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Towards quantum PCs

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									                      Towards Quantum PCs
Washington: An international team of researchers have achieved a 100-fold
increase in the ability to maintain control over the spins of electrons in a
solid material, which is a key step in the development of ultrafast quantum
computers. Until recently, the best attempts at such control lasted for only a
fraction of a second, However, Stephen Lyon and Alexei Tyryshkin from
Princeton University have found a way to extend control over the spins of
billions of electrons in a silicon chip for up to 10 seconds, far longer than any
previous attempt. Lyon, an electrical engineering professor, said that the key
to the new results lies in a highly purified sample of silicon. The experiment
uses a small silicon chip the size of a pencil lead made almost entirely of a
particular isotope of silicon – silicon-28.




“This is the purest sample we have ever used,” he said. In an experiment
conducted in the basement of Princeton’s Hoyt laboratory, the researchers
suspended the sample of pure silicon inside a cylinder filled with liquid
helium, dropping its temperature to 2 kelvin, or just above absolute zero.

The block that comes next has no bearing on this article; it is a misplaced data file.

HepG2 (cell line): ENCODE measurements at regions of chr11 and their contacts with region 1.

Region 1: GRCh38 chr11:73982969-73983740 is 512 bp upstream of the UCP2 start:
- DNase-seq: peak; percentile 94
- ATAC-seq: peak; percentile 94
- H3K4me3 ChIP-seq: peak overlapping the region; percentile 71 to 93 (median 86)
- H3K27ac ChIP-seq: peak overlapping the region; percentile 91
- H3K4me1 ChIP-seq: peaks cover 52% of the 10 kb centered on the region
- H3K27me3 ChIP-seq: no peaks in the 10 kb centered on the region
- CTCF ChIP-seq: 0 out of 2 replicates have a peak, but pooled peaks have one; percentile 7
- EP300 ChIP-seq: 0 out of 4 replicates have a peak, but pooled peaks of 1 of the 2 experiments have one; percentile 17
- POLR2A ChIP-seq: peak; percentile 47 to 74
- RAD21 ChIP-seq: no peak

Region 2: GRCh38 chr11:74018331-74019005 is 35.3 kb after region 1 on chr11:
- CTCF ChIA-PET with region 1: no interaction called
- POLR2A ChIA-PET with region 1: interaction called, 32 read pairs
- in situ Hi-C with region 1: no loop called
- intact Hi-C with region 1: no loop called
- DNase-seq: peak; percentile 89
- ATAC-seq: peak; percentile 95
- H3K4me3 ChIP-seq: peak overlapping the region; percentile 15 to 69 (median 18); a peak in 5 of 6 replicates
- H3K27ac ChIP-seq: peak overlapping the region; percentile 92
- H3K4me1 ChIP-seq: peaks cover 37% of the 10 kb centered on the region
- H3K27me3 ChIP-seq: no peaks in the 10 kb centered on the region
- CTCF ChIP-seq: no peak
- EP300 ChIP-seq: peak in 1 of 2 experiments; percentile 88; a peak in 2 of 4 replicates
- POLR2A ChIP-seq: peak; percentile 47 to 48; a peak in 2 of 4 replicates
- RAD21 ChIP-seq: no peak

They locked the cylinder between two donut-shaped rings about the size of
pizza boxes that control the magnetic field around the sample. A click of a
computer mouse sent microwaves pulsing across the silicon, and coordinated
the spins of about 100 billion electrons. “The first pulse twists them, the
second reverses them, and at some point the sample itself produces a
microwave pulse, and we call that the echo,” Lyon said.

“By doing the second pulse, getting everything to reverse, we get the
electrons into phase,” he said. While describing electrons, scientists use the
term spin. But like a lot of things in quantum mechanics, the meaning is a
little bit tricky. For subatomic particles like electrons, spin is a fundamental
characteristic that can make them behave like incredibly tiny magnets.
Lyon’s team uses this magnetic signature in their observations. Maintaining
that phase is what scientists call “coherence”.

Unlike objects in the everyday world, subatomic particles, which operate
under the rules of quantum mechanics, can be in more than one place at the
same time. A standard computer uses transistors either switched off or on to
represent the 0’s and 1’s that are the bits that make up the basis of all
computer programs.

Instead of this binary language, a quantum computer would incorporate the
uncertainty of quantum mechanics into its programming. Instead of bits, the
computers will use quantum bits or qubits – a value that is inherently
indeterminate.

Mathematicians are still working on ways to take advantage of such a
machine. They believe it could be used to factor incredibly large numbers,
break cryptographic codes or to simulate the behaviour of molecules.

The study has been published online in Nature Materials.

ANI

								
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